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Mountain climbing becomes commercial undertaking in China

Mountain climbing becomes commercial undertaking in China

Staff Reporter

2014-06-15

The controversy surrounding Wang Jing, co-founder of a Chinese outdoor sporting goods brand, who took a helicopter for part of her Mount Everest climb, has exposed once again the prevalence of commercial mountain climbing and other sports in China, reports Guangzhou’s Time Weekly.

Wang Jing initially denied the claims before later admitting to Chinese media that she took a helicopter from the base camp to the second camp before climbing the last section to reach the top of Mount Everest on May 23.

The craze of commercial mountain climbing was initiated by Wang Shi, chairman of China Vanke, a leading realty firm, who was lauded for climbing Mt Everest at the age of 53 in May 2003. It prompted many other businesspeople to follow suit in order to forge an image of a modern entrepreneur, the paper said.

In addition to mountain climbing, some entrepreneurs have also engaged in adventurous expeditions or mountain cycling. However, it has become dubious whether they are fond of the sports or just using the acts as an instrument for brand promotion. This theory has once again found traction following the Wang Jing incident, Time Weekly said.

“Wang cheated in climbing Mt Everest, violating athletic ethics and undertaking falsified marketing, as she attempted to bolster her brand’s imaging by winning the identification of consumers with a story involving a female sports lover who overcame the world’s highest mountain against unfavorable odds,” Wu Shiling, chairman of Randonneurs of China, told the paper.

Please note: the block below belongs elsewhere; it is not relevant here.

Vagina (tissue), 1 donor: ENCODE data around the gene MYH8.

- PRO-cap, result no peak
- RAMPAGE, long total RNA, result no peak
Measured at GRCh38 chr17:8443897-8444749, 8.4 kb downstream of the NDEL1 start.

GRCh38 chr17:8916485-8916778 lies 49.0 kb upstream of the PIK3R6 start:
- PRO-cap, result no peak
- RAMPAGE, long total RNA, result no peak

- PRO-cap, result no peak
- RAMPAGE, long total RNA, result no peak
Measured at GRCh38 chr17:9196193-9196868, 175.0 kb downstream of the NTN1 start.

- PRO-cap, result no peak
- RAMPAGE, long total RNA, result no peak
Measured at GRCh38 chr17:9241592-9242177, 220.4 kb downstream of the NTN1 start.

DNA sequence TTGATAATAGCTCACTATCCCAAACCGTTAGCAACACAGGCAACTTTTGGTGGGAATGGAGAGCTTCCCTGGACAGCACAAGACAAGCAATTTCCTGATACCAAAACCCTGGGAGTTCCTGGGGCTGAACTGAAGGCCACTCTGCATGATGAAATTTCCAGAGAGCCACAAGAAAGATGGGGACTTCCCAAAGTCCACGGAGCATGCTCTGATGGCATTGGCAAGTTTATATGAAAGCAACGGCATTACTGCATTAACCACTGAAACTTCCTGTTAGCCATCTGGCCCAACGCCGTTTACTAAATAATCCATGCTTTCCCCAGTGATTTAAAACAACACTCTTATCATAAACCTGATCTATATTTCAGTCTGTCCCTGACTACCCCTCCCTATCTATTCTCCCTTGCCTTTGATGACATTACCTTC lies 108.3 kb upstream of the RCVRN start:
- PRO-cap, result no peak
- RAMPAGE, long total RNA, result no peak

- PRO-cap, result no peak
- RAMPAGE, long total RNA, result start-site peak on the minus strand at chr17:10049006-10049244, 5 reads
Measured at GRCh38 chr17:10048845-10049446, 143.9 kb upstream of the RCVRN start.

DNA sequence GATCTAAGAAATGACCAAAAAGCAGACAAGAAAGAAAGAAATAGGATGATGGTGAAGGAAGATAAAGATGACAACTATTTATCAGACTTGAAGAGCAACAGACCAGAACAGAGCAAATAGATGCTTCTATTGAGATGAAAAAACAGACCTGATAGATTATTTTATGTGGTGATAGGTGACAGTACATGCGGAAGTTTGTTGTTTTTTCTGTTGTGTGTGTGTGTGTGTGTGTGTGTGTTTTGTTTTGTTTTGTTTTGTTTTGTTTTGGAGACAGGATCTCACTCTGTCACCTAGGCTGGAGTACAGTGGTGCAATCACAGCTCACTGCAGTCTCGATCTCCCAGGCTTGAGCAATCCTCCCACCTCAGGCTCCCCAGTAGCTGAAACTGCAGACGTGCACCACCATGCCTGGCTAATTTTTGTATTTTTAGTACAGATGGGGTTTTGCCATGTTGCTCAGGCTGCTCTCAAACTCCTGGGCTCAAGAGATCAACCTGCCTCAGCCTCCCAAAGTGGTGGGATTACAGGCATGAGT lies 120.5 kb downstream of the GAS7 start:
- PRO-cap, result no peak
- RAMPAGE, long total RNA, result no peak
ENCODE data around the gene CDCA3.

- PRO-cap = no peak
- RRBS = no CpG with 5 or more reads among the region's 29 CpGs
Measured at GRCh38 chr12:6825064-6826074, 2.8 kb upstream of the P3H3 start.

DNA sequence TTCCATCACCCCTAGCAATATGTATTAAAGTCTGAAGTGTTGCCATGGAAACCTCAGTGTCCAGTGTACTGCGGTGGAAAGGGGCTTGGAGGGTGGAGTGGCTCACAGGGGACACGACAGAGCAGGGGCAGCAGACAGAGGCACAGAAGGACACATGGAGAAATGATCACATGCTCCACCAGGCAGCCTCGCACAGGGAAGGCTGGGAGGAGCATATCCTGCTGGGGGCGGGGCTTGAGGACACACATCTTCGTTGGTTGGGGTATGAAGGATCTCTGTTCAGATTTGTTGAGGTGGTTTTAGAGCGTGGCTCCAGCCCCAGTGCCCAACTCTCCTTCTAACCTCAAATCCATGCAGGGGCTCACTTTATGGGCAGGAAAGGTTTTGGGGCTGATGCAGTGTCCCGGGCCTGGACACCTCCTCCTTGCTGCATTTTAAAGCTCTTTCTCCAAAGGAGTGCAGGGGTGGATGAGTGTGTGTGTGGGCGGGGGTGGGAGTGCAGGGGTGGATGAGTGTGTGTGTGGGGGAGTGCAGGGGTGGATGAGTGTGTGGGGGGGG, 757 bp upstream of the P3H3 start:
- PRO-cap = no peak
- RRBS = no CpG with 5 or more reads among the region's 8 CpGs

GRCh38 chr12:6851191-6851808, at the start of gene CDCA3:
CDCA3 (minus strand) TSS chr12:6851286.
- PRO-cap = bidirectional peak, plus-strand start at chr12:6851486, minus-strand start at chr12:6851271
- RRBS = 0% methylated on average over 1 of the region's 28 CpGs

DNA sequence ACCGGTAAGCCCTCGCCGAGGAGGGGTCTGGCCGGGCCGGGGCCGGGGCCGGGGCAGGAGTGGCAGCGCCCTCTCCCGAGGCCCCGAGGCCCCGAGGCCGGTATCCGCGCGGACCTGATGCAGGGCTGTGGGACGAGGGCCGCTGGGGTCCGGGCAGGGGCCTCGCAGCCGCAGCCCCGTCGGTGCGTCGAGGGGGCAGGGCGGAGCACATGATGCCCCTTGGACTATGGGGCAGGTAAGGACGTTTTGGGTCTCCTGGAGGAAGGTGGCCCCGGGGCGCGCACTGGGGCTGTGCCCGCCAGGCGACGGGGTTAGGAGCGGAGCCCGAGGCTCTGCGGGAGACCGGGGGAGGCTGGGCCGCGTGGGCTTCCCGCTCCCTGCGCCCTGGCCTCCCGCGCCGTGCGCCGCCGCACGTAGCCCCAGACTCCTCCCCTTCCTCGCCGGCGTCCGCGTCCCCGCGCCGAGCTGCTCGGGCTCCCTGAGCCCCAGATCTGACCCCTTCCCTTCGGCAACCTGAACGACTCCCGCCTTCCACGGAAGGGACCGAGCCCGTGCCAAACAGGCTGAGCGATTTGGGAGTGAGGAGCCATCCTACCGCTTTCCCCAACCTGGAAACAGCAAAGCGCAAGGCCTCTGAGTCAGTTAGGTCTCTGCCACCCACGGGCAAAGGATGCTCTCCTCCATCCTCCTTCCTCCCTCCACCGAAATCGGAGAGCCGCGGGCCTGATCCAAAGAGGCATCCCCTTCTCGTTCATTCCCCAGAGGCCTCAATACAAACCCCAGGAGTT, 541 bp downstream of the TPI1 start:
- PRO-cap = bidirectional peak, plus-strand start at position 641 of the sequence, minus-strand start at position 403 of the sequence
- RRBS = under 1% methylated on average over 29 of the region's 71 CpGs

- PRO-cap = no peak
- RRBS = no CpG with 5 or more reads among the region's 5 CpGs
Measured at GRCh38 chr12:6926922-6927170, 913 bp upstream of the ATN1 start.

Many entrepreneurs have engaged in sports as a vehicle for socializing and business, with the purpose of pursuing a better quality of life only serving as a subordinate goal, the paper said.

 

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KB Kee is the Managing Editor of the Moat Report Asia (www.moatreport.com), a research service focused exclusively on highlighting undervalued wide-moat businesses in Asia; subscribers from North America, Europe, the Oceania and Asia include professional value investors with over $20 billion in asset under management in equities, some of the world’s biggest secretive global hedge fund giants, and savvy private individual investors who are lifelong learners in the art of value investing. KB has been rooted in the principles of value investing for over a decade as an analyst in Asian capital markets. He was head of research and fund manager at a Singapore-based value investment firm. As a member of the investment committee, he helped the firm’s Asia-focused equity funds significantly outperform the benchmark index. He was previously the portfolio manager for Asia-Pacific equities at Korea’s largest mutual fund company. KB has trained CEOs, entrepreneurs, CFOs, management executives in business strategy, value investing, macroeconomic and industry trends, and detecting accounting frauds in Singapore, HK and China. KB was a faculty (accounting) at SMU teaching accounting courses. KB is currently the Chief Investment Officer at an ASX-listed investment holdings company since September 2015, helping to manage the listed Asian equities investments in the Hidden Champions Fund. Disclaimer: This article is for discussion purposes only and does not constitute an offer, recommendation or solicitation to buy or sell any investments, securities, futures or options. All articles in the website reflect the personal opinions of the writer.

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